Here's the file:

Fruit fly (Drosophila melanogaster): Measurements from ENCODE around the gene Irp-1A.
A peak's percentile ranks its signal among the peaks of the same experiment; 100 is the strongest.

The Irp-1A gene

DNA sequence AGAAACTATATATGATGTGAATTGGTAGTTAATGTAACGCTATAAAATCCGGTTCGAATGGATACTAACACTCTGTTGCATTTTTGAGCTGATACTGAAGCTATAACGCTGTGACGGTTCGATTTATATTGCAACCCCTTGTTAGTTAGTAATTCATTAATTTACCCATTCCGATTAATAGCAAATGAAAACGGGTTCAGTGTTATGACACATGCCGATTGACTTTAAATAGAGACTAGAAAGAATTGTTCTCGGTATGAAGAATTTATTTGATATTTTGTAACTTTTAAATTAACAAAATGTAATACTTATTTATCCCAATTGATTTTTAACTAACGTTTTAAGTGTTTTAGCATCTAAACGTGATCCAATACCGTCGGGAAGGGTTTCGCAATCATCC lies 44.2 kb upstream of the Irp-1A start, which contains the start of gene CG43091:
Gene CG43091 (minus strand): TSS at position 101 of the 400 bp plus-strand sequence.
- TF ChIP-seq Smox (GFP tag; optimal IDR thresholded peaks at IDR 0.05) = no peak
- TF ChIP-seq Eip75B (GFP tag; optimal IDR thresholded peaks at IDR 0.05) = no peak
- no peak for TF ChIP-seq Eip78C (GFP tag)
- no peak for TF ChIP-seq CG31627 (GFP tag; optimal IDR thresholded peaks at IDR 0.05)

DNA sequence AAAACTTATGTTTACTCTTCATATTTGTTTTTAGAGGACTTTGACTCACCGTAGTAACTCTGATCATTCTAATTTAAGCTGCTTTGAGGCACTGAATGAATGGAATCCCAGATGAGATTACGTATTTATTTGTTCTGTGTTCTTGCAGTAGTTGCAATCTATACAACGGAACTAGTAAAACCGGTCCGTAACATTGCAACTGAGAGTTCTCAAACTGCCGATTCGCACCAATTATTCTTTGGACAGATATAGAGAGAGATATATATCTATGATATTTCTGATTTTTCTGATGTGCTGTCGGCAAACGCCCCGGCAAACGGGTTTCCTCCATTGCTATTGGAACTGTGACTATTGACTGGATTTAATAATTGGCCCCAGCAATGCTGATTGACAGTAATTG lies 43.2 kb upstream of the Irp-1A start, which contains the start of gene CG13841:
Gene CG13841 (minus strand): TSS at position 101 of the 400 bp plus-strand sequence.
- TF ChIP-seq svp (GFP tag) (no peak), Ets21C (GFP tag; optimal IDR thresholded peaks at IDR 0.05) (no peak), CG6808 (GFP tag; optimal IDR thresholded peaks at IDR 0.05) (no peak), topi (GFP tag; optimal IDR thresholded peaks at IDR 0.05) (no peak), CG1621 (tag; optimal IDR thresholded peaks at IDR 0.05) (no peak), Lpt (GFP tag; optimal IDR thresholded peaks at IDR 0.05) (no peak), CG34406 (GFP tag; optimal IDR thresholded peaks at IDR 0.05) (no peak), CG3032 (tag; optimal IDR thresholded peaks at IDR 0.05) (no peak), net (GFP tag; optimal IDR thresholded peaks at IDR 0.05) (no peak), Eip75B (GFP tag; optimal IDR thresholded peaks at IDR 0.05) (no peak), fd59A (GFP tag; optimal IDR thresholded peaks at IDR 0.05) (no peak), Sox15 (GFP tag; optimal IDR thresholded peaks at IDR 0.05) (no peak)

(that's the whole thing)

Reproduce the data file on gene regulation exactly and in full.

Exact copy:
Fruit fly (Drosophila melanogaster): Measurements from ENCODE around the gene Irp-1A.
A peak's percentile ranks its signal among the peaks of the same experiment; 100 is the strongest.

The Irp-1A gene

DNA sequence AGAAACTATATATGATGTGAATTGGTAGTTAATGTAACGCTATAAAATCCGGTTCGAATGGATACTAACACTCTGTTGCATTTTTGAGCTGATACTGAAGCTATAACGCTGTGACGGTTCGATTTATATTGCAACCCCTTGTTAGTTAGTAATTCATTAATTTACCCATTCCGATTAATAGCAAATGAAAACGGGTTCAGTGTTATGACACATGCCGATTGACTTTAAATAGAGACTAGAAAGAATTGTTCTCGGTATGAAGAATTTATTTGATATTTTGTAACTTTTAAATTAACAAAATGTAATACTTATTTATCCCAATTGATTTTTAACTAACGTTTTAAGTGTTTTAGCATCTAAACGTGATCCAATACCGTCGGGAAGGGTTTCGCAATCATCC lies 44.2 kb upstream of the Irp-1A start, which contains the start of gene CG43091:
Gene CG43091 (minus strand): TSS at position 101 of the 400 bp plus-strand sequence.
- TF ChIP-seq Smox (GFP tag; optimal IDR thresholded peaks at IDR 0.05) = no peak
- TF ChIP-seq Eip75B (GFP tag; optimal IDR thresholded peaks at IDR 0.05) = no peak
- no peak for TF ChIP-seq Eip78C (GFP tag)
- no peak for TF ChIP-seq CG31627 (GFP tag; optimal IDR thresholded peaks at IDR 0.05)

DNA sequence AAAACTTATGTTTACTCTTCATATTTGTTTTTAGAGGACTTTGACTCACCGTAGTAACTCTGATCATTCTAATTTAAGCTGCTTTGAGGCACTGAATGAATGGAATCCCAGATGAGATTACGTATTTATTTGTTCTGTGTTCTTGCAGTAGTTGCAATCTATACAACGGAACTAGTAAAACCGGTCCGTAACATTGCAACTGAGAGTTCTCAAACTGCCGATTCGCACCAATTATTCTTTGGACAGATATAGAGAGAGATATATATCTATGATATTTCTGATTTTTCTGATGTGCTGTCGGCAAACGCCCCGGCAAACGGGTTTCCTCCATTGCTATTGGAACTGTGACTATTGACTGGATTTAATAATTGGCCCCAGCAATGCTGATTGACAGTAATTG lies 43.2 kb upstream of the Irp-1A start, which contains the start of gene CG13841:
Gene CG13841 (minus strand): TSS at position 101 of the 400 bp plus-strand sequence.
- TF ChIP-seq svp (GFP tag) (no peak), Ets21C (GFP tag; optimal IDR thresholded peaks at IDR 0.05) (no peak), CG6808 (GFP tag; optimal IDR thresholded peaks at IDR 0.05) (no peak), topi (GFP tag; optimal IDR thresholded peaks at IDR 0.05) (no peak), CG1621 (tag; optimal IDR thresholded peaks at IDR 0.05) (no peak), Lpt (GFP tag; optimal IDR thresholded peaks at IDR 0.05) (no peak), CG34406 (GFP tag; optimal IDR thresholded peaks at IDR 0.05) (no peak), CG3032 (tag; optimal IDR thresholded peaks at IDR 0.05) (no peak), net (GFP tag; optimal IDR thresholded peaks at IDR 0.05) (no peak), Eip75B (GFP tag; optimal IDR thresholded peaks at IDR 0.05) (no peak), fd59A (GFP tag; optimal IDR thresholded peaks at IDR 0.05) (no peak), Sox15 (GFP tag; optimal IDR thresholded peaks at IDR 0.05) (no peak)